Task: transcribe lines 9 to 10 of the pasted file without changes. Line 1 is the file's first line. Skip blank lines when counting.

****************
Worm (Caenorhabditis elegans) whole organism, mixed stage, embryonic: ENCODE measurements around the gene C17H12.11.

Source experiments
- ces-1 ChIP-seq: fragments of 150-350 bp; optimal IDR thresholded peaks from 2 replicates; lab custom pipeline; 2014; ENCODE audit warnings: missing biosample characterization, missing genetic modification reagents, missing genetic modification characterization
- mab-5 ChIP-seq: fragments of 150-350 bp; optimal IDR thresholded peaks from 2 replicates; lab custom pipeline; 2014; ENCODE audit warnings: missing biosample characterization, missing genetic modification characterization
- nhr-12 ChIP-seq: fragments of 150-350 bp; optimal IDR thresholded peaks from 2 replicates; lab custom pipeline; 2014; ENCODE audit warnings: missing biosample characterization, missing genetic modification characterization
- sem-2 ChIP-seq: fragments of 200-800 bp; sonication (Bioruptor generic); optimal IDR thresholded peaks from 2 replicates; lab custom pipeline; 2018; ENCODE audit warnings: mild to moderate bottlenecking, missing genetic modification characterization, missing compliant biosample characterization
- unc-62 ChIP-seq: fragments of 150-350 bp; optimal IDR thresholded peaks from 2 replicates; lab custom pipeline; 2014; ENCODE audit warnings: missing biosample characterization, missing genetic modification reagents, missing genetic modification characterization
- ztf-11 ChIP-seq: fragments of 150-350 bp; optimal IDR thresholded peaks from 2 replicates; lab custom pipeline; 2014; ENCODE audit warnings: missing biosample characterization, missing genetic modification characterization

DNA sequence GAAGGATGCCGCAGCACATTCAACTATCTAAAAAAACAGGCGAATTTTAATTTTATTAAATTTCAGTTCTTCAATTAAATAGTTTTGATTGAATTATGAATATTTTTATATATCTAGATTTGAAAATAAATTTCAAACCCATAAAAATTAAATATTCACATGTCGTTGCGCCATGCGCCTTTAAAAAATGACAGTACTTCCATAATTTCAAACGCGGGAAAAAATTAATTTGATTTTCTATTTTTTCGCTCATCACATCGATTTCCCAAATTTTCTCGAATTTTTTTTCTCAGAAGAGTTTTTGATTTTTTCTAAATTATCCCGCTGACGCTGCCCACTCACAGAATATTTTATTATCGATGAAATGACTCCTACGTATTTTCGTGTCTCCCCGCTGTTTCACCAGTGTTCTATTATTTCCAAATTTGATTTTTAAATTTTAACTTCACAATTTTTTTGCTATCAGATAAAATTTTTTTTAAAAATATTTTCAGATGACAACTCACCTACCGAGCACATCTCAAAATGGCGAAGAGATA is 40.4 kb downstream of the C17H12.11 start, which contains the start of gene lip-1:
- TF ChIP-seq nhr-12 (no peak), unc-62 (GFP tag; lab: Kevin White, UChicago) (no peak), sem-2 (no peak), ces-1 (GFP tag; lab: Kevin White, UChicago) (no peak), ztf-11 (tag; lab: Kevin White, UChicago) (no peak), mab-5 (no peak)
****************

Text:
DNA sequence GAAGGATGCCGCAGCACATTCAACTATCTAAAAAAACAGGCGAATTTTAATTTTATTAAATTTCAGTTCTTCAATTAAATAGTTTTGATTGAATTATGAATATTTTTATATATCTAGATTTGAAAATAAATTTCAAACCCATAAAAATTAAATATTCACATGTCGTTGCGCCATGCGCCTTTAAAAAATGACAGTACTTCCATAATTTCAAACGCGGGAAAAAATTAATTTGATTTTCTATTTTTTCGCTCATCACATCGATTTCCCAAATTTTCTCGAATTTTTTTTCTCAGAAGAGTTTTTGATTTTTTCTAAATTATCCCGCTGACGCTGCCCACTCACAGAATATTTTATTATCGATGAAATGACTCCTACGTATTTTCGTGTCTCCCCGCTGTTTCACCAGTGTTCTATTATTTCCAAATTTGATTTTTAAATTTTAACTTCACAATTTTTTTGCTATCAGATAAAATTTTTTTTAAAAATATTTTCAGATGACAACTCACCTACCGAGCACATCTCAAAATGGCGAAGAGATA is 40.4 kb downstream of the C17H12.11 start, which contains the start of gene lip-1:
- TF ChIP-seq nhr-12 (no peak), unc-62 (GFP tag; lab: Kevin White, UChicago) (no peak), sem-2 (no peak), ces-1 (GFP tag; lab: Kevin White, UChicago) (no peak), ztf-11 (tag; lab: Kevin White, UChicago) (no peak), mab-5 (no peak)